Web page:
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The Texas fertilizer plant explosion that killed 14 people, injured 200 and destroyed dozens of homes last week has led to two lawsuits. They're likely the first of many.
The plant in West, Texas, near Waco, caught fire April 17, and as first responders arrived on-scene, a huge explosion occurred. As expected, the plant's owner is now being sued -- by a single mom and by several insurance companies.
At the center of the explosion, and the lawsuits, is the definition of an inherently dangerous condition.
Court filings show the two lawsuits accuse Adair Grain Inc., parent of West Fertilizer Co., of negligence, reports Reuters.
Adair Grain was allegedly "negligent in the operation of its facility, creating an unreasonably dangerous condition, which led to the fire and explosion," according to the lawsuit by insurance companies on behalf of individuals, two churches, and businesses including a Chevrolet car dealer and a bakery.
The other lawsuit was brought by Andrea Jones Gutierrez, a working single mother who lived in an apartment complex that was destroyed in the explosion.
Gutierrez and her child lost their apartment and all their possessions, Reuters reports. Gutierrez is also alleging physical and emotional injuries. She is seeking $500,000 to $1 million in relief.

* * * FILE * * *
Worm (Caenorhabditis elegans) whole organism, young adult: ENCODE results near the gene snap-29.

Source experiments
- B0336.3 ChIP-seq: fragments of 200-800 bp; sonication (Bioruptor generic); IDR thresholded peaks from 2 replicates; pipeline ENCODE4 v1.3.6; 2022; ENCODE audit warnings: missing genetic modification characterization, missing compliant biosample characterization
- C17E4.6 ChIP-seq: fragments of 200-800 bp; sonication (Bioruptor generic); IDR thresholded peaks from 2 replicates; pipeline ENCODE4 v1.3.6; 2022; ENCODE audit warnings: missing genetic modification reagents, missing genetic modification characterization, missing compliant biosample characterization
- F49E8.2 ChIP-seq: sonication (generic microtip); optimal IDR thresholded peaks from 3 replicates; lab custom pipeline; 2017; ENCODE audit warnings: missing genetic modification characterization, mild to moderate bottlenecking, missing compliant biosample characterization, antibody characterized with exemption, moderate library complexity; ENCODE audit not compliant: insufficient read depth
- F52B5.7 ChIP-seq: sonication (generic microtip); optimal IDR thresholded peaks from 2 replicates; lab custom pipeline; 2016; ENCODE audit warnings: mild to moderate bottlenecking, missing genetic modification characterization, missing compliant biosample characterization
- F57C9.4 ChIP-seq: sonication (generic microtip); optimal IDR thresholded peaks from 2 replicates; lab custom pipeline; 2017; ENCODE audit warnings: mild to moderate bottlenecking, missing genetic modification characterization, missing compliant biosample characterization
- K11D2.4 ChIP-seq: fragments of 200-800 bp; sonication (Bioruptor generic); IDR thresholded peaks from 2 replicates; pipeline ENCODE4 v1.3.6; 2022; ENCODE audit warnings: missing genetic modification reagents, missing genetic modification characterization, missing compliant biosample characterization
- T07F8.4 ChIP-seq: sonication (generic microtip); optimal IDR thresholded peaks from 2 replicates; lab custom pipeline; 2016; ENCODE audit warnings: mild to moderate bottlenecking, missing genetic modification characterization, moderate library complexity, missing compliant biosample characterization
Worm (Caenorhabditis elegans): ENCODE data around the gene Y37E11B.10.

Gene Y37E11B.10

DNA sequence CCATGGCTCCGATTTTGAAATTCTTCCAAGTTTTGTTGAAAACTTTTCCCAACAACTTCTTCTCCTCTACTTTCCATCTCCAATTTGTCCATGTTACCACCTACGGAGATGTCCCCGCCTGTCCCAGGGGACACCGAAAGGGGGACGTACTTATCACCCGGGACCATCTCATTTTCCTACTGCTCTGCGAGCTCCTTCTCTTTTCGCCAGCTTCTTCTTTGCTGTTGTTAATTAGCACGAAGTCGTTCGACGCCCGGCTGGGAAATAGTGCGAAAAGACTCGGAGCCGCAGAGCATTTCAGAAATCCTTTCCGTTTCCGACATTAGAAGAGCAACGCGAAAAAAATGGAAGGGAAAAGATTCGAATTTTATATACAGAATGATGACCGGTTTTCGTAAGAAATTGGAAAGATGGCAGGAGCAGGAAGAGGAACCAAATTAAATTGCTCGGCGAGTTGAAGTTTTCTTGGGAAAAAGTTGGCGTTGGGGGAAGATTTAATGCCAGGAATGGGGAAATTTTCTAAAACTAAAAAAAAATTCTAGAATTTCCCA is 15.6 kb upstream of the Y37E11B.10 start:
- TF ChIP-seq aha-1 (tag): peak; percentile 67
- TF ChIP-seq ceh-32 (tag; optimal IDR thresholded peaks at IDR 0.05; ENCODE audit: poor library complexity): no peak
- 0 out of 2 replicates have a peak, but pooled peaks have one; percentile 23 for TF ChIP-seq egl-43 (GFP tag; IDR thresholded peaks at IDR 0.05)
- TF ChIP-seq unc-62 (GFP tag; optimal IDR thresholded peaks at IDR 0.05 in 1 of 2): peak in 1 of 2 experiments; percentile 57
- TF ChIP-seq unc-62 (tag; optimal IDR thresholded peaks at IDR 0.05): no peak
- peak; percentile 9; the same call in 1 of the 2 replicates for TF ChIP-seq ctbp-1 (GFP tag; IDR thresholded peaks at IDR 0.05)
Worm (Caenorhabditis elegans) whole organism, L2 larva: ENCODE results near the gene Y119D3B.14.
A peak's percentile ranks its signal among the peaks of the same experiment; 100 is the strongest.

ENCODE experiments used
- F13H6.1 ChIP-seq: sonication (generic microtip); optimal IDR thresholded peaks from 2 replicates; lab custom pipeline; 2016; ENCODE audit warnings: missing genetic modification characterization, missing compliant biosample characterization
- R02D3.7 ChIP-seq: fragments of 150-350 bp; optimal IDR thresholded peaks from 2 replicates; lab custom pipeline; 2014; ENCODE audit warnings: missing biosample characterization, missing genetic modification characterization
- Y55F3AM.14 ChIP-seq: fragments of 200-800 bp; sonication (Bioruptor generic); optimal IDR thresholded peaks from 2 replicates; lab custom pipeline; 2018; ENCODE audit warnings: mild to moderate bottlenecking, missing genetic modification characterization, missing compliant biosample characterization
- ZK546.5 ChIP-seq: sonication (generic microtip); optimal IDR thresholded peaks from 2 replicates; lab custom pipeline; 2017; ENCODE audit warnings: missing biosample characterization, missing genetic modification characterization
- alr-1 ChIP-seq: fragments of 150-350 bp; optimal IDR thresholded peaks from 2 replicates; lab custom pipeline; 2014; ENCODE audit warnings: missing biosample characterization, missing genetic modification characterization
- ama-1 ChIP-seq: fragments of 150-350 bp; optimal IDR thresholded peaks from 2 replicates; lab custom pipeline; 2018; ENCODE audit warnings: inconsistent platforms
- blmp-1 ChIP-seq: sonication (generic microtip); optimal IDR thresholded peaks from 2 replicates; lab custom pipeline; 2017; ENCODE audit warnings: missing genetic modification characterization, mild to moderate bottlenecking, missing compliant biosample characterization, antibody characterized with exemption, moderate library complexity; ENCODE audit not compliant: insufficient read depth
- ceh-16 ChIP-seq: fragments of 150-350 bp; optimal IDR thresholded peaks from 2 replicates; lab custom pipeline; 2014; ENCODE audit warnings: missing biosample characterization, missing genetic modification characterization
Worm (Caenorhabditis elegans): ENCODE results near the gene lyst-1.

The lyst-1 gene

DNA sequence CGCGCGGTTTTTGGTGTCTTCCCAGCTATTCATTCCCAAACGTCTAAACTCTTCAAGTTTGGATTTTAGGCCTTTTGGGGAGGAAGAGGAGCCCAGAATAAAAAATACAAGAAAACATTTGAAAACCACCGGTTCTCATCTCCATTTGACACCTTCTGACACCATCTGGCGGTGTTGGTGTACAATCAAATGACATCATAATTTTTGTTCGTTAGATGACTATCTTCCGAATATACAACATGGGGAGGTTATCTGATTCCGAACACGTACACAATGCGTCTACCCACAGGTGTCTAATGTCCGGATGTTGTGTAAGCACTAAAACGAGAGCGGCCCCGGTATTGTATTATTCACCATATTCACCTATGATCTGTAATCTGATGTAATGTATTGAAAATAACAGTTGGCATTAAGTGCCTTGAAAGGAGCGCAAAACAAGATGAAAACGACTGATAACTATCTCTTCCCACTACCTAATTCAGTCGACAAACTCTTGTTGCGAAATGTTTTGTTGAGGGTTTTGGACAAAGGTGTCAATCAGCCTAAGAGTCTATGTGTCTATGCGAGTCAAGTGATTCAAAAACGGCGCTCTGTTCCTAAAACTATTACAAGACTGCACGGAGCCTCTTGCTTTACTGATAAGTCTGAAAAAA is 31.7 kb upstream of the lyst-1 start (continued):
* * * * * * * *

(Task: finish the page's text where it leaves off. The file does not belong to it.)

In addition to alleging negligent operation of the plant, lawyers for the plaintiffs could potentially argue that operating a fertilizer plant near a residential area is so inherently or abnormally dangerous that its owner should be held strictly liable for damages.
Historically, fertilizer has been known to be dangerous and combustible, reports The Huffington Post. Ammonium nitrate, one type of fertilizer housed at the West plant, caused an explosion in 1947 that killed more than 500 people, also in Texas. It was the deadliest industrial accident in American history.
More recently, Timothy McVeigh used 2 tons of ammonium nitrate in the deadly Oklahoma City bombing in 1995.
How much ammonium nitrate did the West Fertilizer plant have, according to a 2012 report? 270 tons. Timothy McVeigh used two.
Plaintiffs' lawyers may also argue that Adair Grain's negligence comes into the picture in 2011. That's when West Fertilizer Co. filed an emergency response plan with the EPA, stating there was "no" risk of fire or explosion at the facility, HuffPo reports.
This, the plaintiffs could argue, shows a blatant disregard of the historically documented risks associated with ammonium nitrate.
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